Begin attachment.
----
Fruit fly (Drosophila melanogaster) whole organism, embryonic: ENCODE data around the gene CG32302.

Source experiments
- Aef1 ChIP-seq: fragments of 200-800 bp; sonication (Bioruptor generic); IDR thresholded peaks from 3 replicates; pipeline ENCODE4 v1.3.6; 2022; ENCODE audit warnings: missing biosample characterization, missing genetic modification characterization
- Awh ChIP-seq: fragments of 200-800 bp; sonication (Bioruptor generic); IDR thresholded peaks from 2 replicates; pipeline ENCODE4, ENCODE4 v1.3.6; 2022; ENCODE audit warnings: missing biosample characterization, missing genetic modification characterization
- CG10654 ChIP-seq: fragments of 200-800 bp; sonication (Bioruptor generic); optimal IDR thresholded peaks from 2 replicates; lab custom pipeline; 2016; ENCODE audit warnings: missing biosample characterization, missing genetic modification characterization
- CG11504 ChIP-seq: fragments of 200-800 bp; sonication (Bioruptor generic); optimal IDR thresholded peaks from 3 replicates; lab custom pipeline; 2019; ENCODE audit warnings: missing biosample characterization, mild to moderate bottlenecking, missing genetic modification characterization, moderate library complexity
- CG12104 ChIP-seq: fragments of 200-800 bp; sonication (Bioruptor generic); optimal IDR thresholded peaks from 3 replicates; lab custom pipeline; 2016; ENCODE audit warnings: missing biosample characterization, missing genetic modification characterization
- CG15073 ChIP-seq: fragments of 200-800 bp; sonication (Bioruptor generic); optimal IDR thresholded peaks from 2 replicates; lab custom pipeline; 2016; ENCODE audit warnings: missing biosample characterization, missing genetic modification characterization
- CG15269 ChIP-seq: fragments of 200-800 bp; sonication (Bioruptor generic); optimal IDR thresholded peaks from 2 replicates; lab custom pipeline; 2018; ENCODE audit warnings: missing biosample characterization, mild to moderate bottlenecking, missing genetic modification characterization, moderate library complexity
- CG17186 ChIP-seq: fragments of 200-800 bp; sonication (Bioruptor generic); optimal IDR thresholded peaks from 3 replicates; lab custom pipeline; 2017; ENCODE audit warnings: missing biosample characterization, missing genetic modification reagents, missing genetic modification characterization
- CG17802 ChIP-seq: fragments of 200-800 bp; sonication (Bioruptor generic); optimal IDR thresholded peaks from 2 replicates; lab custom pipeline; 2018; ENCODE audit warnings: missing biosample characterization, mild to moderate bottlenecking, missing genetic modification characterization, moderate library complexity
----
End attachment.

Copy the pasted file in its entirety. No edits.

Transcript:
Fruit fly (Drosophila melanogaster) whole organism, embryonic: ENCODE data around the gene CG32302.

Source experiments
- Aef1 ChIP-seq: fragments of 200-800 bp; sonication (Bioruptor generic); IDR thresholded peaks from 3 replicates; pipeline ENCODE4 v1.3.6; 2022; ENCODE audit warnings: missing biosample characterization, missing genetic modification characterization
- Awh ChIP-seq: fragments of 200-800 bp; sonication (Bioruptor generic); IDR thresholded peaks from 2 replicates; pipeline ENCODE4, ENCODE4 v1.3.6; 2022; ENCODE audit warnings: missing biosample characterization, missing genetic modification characterization
- CG10654 ChIP-seq: fragments of 200-800 bp; sonication (Bioruptor generic); optimal IDR thresholded peaks from 2 replicates; lab custom pipeline; 2016; ENCODE audit warnings: missing biosample characterization, missing genetic modification characterization
- CG11504 ChIP-seq: fragments of 200-800 bp; sonication (Bioruptor generic); optimal IDR thresholded peaks from 3 replicates; lab custom pipeline; 2019; ENCODE audit warnings: missing biosample characterization, mild to moderate bottlenecking, missing genetic modification characterization, moderate library complexity
- CG12104 ChIP-seq: fragments of 200-800 bp; sonication (Bioruptor generic); optimal IDR thresholded peaks from 3 replicates; lab custom pipeline; 2016; ENCODE audit warnings: missing biosample characterization, missing genetic modification characterization
- CG15073 ChIP-seq: fragments of 200-800 bp; sonication (Bioruptor generic); optimal IDR thresholded peaks from 2 replicates; lab custom pipeline; 2016; ENCODE audit warnings: missing biosample characterization, missing genetic modification characterization
- CG15269 ChIP-seq: fragments of 200-800 bp; sonication (Bioruptor generic); optimal IDR thresholded peaks from 2 replicates; lab custom pipeline; 2018; ENCODE audit warnings: missing biosample characterization, mild to moderate bottlenecking, missing genetic modification characterization, moderate library complexity
- CG17186 ChIP-seq: fragments of 200-800 bp; sonication (Bioruptor generic); optimal IDR thresholded peaks from 3 replicates; lab custom pipeline; 2017; ENCODE audit warnings: missing biosample characterization, missing genetic modification reagents, missing genetic modification characterization
- CG17802 ChIP-seq: fragments of 200-800 bp; sonication (Bioruptor generic); optimal IDR thresholded peaks from 2 replicates; lab custom pipeline; 2018; ENCODE audit warnings: missing biosample characterization, mild to moderate bottlenecking, missing genetic modification characterization, moderate library complexity